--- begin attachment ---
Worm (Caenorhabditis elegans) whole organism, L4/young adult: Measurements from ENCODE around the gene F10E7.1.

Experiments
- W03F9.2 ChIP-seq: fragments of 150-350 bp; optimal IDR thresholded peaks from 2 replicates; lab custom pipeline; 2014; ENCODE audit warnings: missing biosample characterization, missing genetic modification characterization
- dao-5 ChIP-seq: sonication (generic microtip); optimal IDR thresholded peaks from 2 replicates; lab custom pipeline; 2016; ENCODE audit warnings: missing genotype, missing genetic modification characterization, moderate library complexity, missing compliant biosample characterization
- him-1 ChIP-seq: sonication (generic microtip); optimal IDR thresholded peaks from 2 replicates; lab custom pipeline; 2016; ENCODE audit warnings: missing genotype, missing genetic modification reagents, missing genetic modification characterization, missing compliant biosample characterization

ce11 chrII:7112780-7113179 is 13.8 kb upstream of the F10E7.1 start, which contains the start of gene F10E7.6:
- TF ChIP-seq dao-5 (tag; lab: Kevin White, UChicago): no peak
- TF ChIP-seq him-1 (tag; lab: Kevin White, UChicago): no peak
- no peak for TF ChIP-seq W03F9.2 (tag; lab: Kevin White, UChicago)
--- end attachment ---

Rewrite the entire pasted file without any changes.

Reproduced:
Worm (Caenorhabditis elegans) whole organism, L4/young adult: Measurements from ENCODE around the gene F10E7.1.

Experiments
- W03F9.2 ChIP-seq: fragments of 150-350 bp; optimal IDR thresholded peaks from 2 replicates; lab custom pipeline; 2014; ENCODE audit warnings: missing biosample characterization, missing genetic modification characterization
- dao-5 ChIP-seq: sonication (generic microtip); optimal IDR thresholded peaks from 2 replicates; lab custom pipeline; 2016; ENCODE audit warnings: missing genotype, missing genetic modification characterization, moderate library complexity, missing compliant biosample characterization
- him-1 ChIP-seq: sonication (generic microtip); optimal IDR thresholded peaks from 2 replicates; lab custom pipeline; 2016; ENCODE audit warnings: missing genotype, missing genetic modification reagents, missing genetic modification characterization, missing compliant biosample characterization

ce11 chrII:7112780-7113179 is 13.8 kb upstream of the F10E7.1 start, which contains the start of gene F10E7.6:
- TF ChIP-seq dao-5 (tag; lab: Kevin White, UChicago): no peak
- TF ChIP-seq him-1 (tag; lab: Kevin White, UChicago): no peak
- no peak for TF ChIP-seq W03F9.2 (tag; lab: Kevin White, UChicago)